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NEW DELHI: Pitching for collective efforts to deal with critical issues of climate change and pollution, Prime Minister Narendra Modi on Wednesday said the environment is not just a global cause, but also personal as well as collective responsibility for every individual, and environment conservation is a commitment and not compulsion for India.
"Human empowerment is impossible without a better environment and the way forward is through collectiveness rather than selectiveness," said Modi in his written message to the TERI's annual World Sustainable Development Summit (WSDS) which was jointly inaugurated here by Guyana vice president Bharrat Jagdeo, COP28 president designate Sultan Al Jaber of UAE, and India's environment minister Bhupender Yadav.
Underlining India's efforts to deal with the global challenges through long-term roadmap for sustainable and environment friendly lifestyle, the Prime Minister said, "Our initiatives to adopt a healthier, cleaner lifestyle include upgrading infrastructure to encourage electric mobility, increased use of biofuel for transportation, leverage hydrogen as a fuel, convert waste to wealth and water treatment plants to ensure clean rivers.
"We are striving to meet an increased portion of our demand for electricity from renewable and alternative sources of energy. Through latest technology and innovation, we are devising solutions to diverse urban challenges, particularly pollution and cleanliness."
The inaugural day of the three-day Summit saw the participants make a clarion call to keep the 1.5 degree Celsius goal alive without compromising on the principles of equity and justice at forums such as the G20 and the UN climate conferences (COPs). They also emphasized on the need to provide financial support to developing countries for facing those challenges, and looked to India for taking up leadership roles in resolving various issues during its G20 presidency.
Pointing out that it is impossible for many developing countries to achieve Sustainable Development Goals (SDGs) without financing, the vice president of Guyana said, "The small countries not only need climate finance, they need a reform of the global financial system to achieve sustainable development."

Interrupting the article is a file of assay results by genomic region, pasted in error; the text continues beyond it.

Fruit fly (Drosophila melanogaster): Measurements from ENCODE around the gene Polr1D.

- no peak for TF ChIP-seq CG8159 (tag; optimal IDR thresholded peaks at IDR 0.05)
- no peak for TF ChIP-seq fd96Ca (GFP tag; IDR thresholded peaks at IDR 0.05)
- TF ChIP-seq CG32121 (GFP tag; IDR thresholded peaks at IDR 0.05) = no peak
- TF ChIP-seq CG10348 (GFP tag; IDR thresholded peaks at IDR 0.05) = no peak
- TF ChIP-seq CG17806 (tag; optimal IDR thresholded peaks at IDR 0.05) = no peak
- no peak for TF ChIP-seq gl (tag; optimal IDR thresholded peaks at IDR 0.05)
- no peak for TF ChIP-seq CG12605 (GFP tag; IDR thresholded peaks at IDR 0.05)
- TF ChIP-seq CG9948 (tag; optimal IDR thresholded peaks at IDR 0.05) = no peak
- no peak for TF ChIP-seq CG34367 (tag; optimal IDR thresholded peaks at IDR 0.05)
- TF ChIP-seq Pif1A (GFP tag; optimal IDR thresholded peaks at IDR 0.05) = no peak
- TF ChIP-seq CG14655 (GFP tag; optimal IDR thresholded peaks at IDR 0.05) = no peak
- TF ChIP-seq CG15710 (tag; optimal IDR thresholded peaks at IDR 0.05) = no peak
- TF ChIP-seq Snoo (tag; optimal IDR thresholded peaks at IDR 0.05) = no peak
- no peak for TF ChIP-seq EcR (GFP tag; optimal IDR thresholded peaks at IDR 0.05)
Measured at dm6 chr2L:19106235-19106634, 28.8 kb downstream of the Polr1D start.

Underlining the criticality of balance in the discourse on sustainable development in order to find lasting solutions, he said, "We need to reduce the production of fossil fuels, we need carbon capture, utilization and storage, and we need a mass transit into renewable energy. It is the combined action on all three fronts that will deliver lasting solutions. But often the debate is between the extremes, and sometimes it clouds the search for solutions. Balance is crucial."
In his opening address, India's environment minister noted that combating climate change, biodiversity loss and land degradation transcend political considerations and is a shared global challenge. “India is contributing significantly to be a part of the solution,” he said while noting how living in harmony with nature has been traditionally in Indian ethos and the same has been reflected by the mantra LiFE or 'Lifestyle for Environment' coined by Prime Minister Modi.
The COP28 president designate, Al Jaber, who received the distinguished alumni award from TERI School of Advanced Studies on the occasion, noted that the goal of keeping 1.5 degree Celsius alive is just non-negotiable. "It is also clear we cannot continue business-as-usual. We need a true, comprehensive paradigm shift in our approach to mitigation, adaptation, finance, and loss and damage,”he said.
Recognizing the leadership of Prime Minister Narendra Modi for guiding India on its path to a sustainable future, Al Jaber said, "This great country is well on its way to becoming the third largest economy in the world. And this makes it one of the largest consumers of energy.
As such, India’s sustainable development is critical, not just for India, but for the whole world."
The first day of the Summit saw different proceedings on its theme - ‘Mainstreaming Sustainable Development and Climate Resilience for Collective Action’. India's G20 Sherpa Amitabh Kant also participated in one of the key sessions where he highlighted different points around Mission LiFE, climate finance, circular economy and the need to decarbonise hard to abate sectors through green hydrogen.
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